But private sector projects are advancing. In the densely populated Northeast Corridor a company called Northeast Maglev is in the early stages of a project that could eventually connect Washington and New York City in one hour. Virgin’s Orlando-to-Miami network, which will top out at 125 mph, is projected to start running in 2022. The company’s 70 mph Miami-to-West Palm Beach trains began operating early last year. Branson has said he’s “100% confident” the high-speed route will soon extend to Tampa; the company is also seeking funding for a high-speed line between Las Vegas and greater Los Angeles.

    In Texas – a state with large and growing cities spread over vast distances – a company called Texas Central, backed by Citigroup and Mitsubishi UFJ Financial Group, is promising to accept no taxpayer subsidies and is racing against SNCF, France’s state-owned railway company, to open the region’s first network.

    The Texas Central project, says Peter LeCody, president of the nonprofit Texas Rail Advocates, represents the state’s best chance for high-speed rail. And after a favorable Department of Transportation ruling last week, the company could begin construction as soon as next year.

    Passengers, adds LeCody, don’t care how the operation is funded. “We just want to get the doggone thing going.” (Related: The Transport Politic)

  • The White Power Movement From Reagan to Trump (The Nation)

    Q: Let’s talk about Donald Trump’s place in the White Power Movement. The El Paso killer’s manifesto quoted Trump extensively about an invasion from Mexico, but your history and analysis suggest a different way of understanding Trump’s role in white nationalist violence.

    A: The last time this movement declared war and carried out assassinations and stole military weapons and began a cycle of paramilitary training was not under a liberal president—it was in the second term of the Reagan administration, when arguably they stood to benefit from a lot of the policy coming down from the federal government. The idea that a sympathetic executive will make for a reduction in violent White Power activism simply doesn’t hold true in the historical record from Reagan to Trump.

    This social movement is organized across a spectrum of sort of intensiveness. If you think about a series of concentric circles, what we’re talking about in the period that I study is a very small number of people, 10,000 to 25,000 at the center, who live and breathe this movement. Those are the people who might become violent, and who live their entire lives in this movement. They attend White Power churches, they pick each other up from the airport, they provide childcare to one another, they get their marital counseling in the movement. Often they live in communities that are entirely within the movement.

    Outside of that, there are another 150,000 people who regularly attend rallies, purchase the newspapers, and send contributions. Outside of that, there’s another 450,000 people, who don’t themselves buy the newspapers, but who regularly read the newspapers. In the next circle are people who would never themselves read something that says “official newspaper of the Knights of the Ku Klux Klan,” but who might agree with some of the ideas in them, especially if they’re presented by a friend or if they come to them from someone they trust. That outer, more diffuse circle is a place where people are talking now about “invasion.”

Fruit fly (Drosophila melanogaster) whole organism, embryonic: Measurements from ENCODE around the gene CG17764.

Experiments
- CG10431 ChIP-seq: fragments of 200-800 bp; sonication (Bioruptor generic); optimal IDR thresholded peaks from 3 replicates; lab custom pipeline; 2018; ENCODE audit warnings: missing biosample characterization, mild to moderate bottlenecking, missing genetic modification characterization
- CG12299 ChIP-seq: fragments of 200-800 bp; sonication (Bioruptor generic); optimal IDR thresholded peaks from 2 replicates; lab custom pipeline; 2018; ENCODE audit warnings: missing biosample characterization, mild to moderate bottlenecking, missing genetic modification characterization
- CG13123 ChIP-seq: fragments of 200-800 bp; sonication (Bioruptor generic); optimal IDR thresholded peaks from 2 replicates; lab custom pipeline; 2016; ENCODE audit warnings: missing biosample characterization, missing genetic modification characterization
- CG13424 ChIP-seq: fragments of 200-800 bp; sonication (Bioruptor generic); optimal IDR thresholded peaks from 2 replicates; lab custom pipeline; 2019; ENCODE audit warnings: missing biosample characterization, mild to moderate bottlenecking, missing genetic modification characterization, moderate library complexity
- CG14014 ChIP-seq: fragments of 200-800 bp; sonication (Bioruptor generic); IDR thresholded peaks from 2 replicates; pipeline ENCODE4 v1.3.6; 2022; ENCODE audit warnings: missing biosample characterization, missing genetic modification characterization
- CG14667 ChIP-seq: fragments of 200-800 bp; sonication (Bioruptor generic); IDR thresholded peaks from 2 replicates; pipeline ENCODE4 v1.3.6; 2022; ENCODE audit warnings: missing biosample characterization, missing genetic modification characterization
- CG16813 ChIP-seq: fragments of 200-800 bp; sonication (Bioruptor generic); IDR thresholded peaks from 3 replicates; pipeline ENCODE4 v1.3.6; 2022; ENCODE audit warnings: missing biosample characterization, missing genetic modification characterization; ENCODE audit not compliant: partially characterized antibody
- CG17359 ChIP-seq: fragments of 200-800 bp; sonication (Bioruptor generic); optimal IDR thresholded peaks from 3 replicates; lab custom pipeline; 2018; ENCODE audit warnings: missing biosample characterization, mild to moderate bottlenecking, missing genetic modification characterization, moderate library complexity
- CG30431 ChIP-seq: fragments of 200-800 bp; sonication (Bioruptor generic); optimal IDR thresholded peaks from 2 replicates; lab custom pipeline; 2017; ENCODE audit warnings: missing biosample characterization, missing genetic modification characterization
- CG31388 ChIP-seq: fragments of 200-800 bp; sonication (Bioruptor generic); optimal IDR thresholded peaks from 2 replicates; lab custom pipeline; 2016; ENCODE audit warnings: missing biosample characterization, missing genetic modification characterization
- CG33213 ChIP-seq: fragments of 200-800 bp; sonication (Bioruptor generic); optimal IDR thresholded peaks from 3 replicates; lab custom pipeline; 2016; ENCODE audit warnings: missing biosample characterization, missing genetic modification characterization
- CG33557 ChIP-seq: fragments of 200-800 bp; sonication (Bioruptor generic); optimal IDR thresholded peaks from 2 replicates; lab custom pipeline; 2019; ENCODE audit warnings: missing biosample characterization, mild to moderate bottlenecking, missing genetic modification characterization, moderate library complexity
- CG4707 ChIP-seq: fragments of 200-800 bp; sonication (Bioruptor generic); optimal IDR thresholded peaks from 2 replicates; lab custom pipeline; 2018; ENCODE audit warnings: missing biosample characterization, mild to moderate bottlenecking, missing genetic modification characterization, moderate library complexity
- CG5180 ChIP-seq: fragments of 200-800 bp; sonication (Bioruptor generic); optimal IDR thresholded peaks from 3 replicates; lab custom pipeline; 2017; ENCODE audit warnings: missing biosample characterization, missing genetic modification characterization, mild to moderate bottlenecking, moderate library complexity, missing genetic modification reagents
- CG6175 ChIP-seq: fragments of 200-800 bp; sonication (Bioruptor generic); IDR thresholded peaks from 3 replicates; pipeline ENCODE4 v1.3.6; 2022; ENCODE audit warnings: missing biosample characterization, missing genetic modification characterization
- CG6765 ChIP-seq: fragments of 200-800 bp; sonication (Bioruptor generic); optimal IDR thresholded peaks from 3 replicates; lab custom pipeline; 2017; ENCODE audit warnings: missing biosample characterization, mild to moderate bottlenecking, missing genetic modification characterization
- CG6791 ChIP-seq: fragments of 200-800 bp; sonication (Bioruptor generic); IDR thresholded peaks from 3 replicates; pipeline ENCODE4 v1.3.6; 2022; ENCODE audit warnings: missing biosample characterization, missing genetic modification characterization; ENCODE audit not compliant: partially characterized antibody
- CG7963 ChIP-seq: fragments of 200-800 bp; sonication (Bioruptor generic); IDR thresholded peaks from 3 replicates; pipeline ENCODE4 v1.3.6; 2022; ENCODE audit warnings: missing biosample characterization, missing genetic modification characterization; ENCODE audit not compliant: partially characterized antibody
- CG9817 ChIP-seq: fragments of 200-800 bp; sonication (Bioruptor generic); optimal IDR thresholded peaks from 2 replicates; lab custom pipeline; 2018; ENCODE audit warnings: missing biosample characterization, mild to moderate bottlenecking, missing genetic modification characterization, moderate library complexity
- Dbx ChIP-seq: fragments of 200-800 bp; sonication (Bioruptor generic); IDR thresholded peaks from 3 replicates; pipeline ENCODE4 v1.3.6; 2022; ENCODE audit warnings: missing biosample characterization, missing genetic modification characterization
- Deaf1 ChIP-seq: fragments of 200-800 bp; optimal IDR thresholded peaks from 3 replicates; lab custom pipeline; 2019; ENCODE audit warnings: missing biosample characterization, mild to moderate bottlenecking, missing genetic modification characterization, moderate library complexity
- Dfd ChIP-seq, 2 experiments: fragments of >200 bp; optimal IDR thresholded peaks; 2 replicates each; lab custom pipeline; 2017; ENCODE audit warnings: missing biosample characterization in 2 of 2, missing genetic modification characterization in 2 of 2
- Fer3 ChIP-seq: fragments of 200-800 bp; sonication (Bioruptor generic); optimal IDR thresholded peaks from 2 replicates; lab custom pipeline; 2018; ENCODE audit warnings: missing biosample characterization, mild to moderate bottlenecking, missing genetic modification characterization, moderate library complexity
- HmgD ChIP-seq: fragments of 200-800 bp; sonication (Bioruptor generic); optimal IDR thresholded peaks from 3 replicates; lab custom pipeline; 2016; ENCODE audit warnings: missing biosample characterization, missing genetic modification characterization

• Why the Gulf Coast Is Uniquely Vulnerable to Disasters (The Atlantic)

    Wetland cities sitting on or near a gulf that generates some of the fiercest storms on earth are becoming more vulnerable to the “natural” hazards they’ve long battled. Their development is booming, but in the process the cities have torn out the wetlands, paved over the prairies, and built an economy (and politics) around the carbon-heavy oil and gas industries. The cities grow. Local disaster managers do the best they can to prepare. And then they wait, hoping the circulation of wind and water does not bring the worst case to them. But it will, eventually, and everyone knows this, except when they manage to forget it. This is a slow tragedy in innumerable acts.

    Alexis Madrigal: Aside from vulnerability to the same kinds of weather events, what unites the region?

    Cindy Ermus: Infrastructure. I should mention Ted Steinberg’s afterword to Environmental Disaster in the Gulf South sums things up by looking at the slow disaster of infrastructure in Florida. In the case of infrastructure, this negligence takes decades and eventually comes to a head when Hurricane Katrina or Harvey makes landfall.

    For example, infrastructure is what made Katrina the kind of disaster that it was. Decisions had been made on the ground. Things that could have easily been done and were instead neglected in terms of the construction of levees and the decisions of the Army Corps of Engineers in previous decades. Then there is the disappearance of the wetlands on the coast of Louisiana, which were disposed of to increase traffic to the Port of New Orleans. The wetlands are nature’s way of serving protection against big storms.

    (Related: Longreads, Pulitzer Center and Southerly)

Thought Provoking Links